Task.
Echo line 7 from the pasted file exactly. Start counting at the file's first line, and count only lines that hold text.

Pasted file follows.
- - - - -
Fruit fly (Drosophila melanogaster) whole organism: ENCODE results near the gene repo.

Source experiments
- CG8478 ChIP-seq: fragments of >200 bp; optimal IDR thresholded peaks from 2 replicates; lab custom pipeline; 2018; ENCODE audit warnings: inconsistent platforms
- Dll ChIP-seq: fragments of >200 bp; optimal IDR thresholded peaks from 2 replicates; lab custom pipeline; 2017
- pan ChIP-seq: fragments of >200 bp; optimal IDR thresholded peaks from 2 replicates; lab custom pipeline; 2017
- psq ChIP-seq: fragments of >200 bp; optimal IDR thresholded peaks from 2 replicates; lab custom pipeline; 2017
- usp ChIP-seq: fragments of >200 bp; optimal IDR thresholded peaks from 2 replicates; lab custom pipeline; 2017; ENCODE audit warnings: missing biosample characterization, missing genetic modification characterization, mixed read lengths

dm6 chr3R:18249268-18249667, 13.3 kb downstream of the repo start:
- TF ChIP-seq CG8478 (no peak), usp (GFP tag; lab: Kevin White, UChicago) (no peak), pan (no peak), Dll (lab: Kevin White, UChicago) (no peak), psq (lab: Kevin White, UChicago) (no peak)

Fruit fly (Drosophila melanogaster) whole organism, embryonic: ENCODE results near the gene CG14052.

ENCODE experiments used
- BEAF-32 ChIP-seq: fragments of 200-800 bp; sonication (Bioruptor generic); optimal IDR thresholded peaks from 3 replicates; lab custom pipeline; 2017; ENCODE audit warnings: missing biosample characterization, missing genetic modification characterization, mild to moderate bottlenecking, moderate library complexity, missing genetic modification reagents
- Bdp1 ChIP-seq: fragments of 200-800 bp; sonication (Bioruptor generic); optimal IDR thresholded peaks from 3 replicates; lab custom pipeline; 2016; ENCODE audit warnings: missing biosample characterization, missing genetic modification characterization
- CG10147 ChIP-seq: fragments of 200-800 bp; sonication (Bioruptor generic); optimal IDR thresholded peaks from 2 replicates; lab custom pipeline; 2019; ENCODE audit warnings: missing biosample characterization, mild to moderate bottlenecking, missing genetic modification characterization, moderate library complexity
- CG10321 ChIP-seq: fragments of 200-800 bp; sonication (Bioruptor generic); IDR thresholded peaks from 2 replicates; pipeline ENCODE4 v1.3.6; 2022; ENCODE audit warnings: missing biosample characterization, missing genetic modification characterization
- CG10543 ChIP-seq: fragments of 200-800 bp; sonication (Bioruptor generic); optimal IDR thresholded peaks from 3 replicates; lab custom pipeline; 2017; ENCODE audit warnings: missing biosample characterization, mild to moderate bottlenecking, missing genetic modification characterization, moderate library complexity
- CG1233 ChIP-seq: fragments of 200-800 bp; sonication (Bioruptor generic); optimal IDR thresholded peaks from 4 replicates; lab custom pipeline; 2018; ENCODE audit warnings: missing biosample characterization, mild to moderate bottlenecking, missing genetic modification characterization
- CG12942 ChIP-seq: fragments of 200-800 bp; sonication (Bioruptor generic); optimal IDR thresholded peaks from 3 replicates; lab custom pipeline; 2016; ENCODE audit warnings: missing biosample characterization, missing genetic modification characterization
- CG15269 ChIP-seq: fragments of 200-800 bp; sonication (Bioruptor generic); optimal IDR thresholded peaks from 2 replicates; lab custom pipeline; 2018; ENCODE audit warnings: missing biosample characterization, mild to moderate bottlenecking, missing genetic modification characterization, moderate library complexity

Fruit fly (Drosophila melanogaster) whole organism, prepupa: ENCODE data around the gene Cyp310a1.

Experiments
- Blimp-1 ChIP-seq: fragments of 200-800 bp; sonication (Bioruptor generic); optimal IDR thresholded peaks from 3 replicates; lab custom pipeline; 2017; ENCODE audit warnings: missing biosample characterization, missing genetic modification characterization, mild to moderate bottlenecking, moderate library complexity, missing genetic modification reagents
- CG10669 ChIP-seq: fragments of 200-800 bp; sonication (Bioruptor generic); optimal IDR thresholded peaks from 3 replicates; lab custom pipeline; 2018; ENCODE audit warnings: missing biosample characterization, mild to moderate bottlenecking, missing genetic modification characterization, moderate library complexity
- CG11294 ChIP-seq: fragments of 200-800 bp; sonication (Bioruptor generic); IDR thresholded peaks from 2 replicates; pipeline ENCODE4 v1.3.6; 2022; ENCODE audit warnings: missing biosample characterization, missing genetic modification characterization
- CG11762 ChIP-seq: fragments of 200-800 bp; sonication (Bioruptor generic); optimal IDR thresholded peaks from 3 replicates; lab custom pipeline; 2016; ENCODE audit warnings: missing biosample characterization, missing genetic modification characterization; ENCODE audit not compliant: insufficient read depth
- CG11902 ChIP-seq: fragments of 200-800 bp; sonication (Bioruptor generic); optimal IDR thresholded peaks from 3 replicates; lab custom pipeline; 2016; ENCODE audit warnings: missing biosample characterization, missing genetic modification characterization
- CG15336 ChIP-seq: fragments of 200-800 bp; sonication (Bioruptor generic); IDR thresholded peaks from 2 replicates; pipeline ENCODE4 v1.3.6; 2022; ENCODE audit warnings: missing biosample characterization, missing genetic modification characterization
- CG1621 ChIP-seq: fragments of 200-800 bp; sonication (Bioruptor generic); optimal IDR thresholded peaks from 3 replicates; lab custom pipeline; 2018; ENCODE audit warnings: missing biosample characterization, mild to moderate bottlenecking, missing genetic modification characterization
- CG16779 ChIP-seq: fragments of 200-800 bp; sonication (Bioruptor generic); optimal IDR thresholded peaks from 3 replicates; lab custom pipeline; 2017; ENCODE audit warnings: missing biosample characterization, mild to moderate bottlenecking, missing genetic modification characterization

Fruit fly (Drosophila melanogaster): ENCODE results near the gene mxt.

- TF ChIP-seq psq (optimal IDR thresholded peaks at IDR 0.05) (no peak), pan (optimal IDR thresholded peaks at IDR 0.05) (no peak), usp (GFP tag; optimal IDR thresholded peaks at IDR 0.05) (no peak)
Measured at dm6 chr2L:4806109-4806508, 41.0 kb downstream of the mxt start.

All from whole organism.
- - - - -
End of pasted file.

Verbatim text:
- usp ChIP-seq: fragments of >200 bp; optimal IDR thresholded peaks from 2 replicates; lab custom pipeline; 2017; ENCODE audit warnings: missing biosample characterization, missing genetic modification characterization, mixed read lengths